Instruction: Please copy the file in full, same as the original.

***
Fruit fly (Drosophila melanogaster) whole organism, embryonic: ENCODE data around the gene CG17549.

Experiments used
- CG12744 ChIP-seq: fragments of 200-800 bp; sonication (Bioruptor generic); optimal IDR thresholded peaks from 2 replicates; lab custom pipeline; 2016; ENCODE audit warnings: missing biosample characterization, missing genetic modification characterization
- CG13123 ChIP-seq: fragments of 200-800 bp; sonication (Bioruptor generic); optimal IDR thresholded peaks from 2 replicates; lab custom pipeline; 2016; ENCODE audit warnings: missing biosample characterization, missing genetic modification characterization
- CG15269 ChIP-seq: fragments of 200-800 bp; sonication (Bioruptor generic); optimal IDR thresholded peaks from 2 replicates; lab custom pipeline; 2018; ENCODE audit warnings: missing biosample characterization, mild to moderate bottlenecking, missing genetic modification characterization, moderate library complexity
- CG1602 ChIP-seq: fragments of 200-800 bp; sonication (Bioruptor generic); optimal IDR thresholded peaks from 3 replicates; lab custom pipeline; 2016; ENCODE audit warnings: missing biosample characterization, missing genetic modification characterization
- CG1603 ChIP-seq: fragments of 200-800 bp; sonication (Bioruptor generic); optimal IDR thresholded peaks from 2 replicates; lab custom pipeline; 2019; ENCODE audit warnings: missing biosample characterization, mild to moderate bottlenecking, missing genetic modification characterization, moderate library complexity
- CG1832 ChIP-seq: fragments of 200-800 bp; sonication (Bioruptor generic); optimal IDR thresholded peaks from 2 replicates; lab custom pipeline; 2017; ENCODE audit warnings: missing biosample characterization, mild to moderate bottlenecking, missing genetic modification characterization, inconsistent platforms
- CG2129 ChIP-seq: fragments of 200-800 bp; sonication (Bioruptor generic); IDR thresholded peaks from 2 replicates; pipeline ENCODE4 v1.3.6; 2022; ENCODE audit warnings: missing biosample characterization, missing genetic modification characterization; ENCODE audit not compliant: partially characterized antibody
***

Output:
Fruit fly (Drosophila melanogaster) whole organism, embryonic: ENCODE data around the gene CG17549.

Experiments used
- CG12744 ChIP-seq: fragments of 200-800 bp; sonication (Bioruptor generic); optimal IDR thresholded peaks from 2 replicates; lab custom pipeline; 2016; ENCODE audit warnings: missing biosample characterization, missing genetic modification characterization
- CG13123 ChIP-seq: fragments of 200-800 bp; sonication (Bioruptor generic); optimal IDR thresholded peaks from 2 replicates; lab custom pipeline; 2016; ENCODE audit warnings: missing biosample characterization, missing genetic modification characterization
- CG15269 ChIP-seq: fragments of 200-800 bp; sonication (Bioruptor generic); optimal IDR thresholded peaks from 2 replicates; lab custom pipeline; 2018; ENCODE audit warnings: missing biosample characterization, mild to moderate bottlenecking, missing genetic modification characterization, moderate library complexity
- CG1602 ChIP-seq: fragments of 200-800 bp; sonication (Bioruptor generic); optimal IDR thresholded peaks from 3 replicates; lab custom pipeline; 2016; ENCODE audit warnings: missing biosample characterization, missing genetic modification characterization
- CG1603 ChIP-seq: fragments of 200-800 bp; sonication (Bioruptor generic); optimal IDR thresholded peaks from 2 replicates; lab custom pipeline; 2019; ENCODE audit warnings: missing biosample characterization, mild to moderate bottlenecking, missing genetic modification characterization, moderate library complexity
- CG1832 ChIP-seq: fragments of 200-800 bp; sonication (Bioruptor generic); optimal IDR thresholded peaks from 2 replicates; lab custom pipeline; 2017; ENCODE audit warnings: missing biosample characterization, mild to moderate bottlenecking, missing genetic modification characterization, inconsistent platforms
- CG2129 ChIP-seq: fragments of 200-800 bp; sonication (Bioruptor generic); IDR thresholded peaks from 2 replicates; pipeline ENCODE4 v1.3.6; 2022; ENCODE audit warnings: missing biosample characterization, missing genetic modification characterization; ENCODE audit not compliant: partially characterized antibody